Over 2,000 cookies were used to brew about 1,400 pints of the new beer.

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Is it even legal to buy Biscoff cookies and eat them at home? I always associate the tiny, crisp cookies from Belgium's Lotus Bakeries with two very specific situations: drinking coffee at a (clearly very fancy) café or flying on an airplane. But here's another Biscoff moment I am totally on board with: putting the cookies in beer.

Two British breweries — Driftwood Spars in Cornwall and Fallen Acorn in Hampshire — have collaborated on a beer made with upwards of 2,000 of the famous cookies, along with some Lotus Biscoff spread to hammer the flavor home. The results are the extremely limited-edition, 10-percent ABV Niflheim Imperial Biscoff Stout (which takes its name from Norse mythology).

Biscoff cookie; beer in glasses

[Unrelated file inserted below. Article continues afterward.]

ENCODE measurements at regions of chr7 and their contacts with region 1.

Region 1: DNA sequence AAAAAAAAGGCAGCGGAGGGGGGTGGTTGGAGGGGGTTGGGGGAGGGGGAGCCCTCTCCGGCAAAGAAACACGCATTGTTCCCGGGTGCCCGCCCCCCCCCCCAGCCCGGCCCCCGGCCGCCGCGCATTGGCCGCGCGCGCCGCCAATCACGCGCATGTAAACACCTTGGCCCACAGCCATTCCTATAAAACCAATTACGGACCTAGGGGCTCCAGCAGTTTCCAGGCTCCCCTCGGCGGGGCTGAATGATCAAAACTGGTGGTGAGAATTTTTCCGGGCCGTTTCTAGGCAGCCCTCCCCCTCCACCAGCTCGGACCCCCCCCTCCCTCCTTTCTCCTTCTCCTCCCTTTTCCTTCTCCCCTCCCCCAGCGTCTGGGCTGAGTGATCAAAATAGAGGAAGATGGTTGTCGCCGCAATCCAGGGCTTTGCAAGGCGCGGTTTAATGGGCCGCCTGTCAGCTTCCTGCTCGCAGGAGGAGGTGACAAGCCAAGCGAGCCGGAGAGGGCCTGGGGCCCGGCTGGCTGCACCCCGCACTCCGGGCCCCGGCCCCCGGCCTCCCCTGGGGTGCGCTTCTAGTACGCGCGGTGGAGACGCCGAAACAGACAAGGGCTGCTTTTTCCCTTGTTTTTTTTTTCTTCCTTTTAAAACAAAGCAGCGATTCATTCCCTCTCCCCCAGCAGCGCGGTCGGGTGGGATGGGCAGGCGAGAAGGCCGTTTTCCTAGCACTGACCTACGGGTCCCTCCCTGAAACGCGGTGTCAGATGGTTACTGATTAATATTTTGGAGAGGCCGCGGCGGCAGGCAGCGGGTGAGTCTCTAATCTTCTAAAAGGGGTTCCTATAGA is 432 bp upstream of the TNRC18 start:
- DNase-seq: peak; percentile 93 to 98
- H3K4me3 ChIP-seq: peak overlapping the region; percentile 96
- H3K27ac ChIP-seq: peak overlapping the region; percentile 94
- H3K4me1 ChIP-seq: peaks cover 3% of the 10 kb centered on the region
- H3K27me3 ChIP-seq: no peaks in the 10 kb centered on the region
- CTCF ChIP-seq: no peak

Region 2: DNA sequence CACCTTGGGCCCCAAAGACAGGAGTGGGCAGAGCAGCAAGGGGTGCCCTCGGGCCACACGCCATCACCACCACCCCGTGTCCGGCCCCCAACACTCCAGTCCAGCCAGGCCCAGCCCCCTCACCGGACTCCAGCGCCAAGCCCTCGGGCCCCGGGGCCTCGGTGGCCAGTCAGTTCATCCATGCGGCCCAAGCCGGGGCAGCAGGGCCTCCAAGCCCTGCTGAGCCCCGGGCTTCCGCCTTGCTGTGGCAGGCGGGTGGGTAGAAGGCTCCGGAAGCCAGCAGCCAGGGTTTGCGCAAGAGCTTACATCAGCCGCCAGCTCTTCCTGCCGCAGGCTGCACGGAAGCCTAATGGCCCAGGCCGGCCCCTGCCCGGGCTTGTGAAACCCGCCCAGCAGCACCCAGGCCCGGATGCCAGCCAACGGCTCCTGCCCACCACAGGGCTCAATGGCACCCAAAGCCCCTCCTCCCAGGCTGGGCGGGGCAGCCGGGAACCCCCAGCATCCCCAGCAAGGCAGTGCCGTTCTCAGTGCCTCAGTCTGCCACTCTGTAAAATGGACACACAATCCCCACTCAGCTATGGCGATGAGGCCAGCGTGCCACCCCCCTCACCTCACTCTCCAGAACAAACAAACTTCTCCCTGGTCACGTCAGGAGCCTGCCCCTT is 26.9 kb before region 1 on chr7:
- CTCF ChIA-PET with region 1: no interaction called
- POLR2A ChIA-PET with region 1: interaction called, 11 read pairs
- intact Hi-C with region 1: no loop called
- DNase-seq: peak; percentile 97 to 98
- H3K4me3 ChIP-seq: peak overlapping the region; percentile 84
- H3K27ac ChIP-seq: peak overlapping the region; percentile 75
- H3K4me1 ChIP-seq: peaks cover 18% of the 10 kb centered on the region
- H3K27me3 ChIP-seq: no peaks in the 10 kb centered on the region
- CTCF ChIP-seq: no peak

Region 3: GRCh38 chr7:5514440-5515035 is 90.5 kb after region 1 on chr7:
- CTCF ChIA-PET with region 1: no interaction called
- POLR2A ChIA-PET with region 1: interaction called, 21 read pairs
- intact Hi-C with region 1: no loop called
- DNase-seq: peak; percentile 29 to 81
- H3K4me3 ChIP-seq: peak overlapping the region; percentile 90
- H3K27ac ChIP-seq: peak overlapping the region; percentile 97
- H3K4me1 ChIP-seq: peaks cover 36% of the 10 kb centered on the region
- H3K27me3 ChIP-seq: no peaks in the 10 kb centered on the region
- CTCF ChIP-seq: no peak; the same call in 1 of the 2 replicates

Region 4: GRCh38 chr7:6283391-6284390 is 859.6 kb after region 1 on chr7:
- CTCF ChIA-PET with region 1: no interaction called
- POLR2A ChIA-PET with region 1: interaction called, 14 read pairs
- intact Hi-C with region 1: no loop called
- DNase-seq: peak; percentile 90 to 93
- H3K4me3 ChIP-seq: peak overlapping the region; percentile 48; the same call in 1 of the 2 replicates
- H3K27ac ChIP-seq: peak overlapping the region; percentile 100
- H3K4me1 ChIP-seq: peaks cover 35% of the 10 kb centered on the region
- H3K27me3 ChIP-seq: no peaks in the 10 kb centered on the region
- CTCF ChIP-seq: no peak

Credit: Getty Images (2)

"We've got a great relationship with Fallen Acorn," Mike Mason, head brewer at Driftwood Spars, said according to The Falmouth Packet. "We decided to collaborate on two beers which would push the boundaries of our respective brew kits — the first of which is Niflheim, a beer we brewed over two days and four very sticky mash cycles. I actually brewed a lower ABV Biscoff coffee caramel stout a few years back in collaboration with an excellent pub called The Dog in Burton on Trent. It went down really well, so we decided to revive and adapt the idea for the first leg of the collaboration."

The beer itself is reportedly "sweet, malty and loaded with silky caramel" — exactly what you'd want from a Biscoff brew — but unfortunately, unless you book a flight across the pond in time for the October 9 launch date, Americans will have a tough time grabbing it: a mere 1,400 pints have been produced.

That said, some of the imperial stout is finding its way into cans, meaning it can travel. So maybe you can find a friend in Southern England who will grab you a can a fly it back to the States for you? I'm sure this Biscoff beer would feel really at home on an airplane.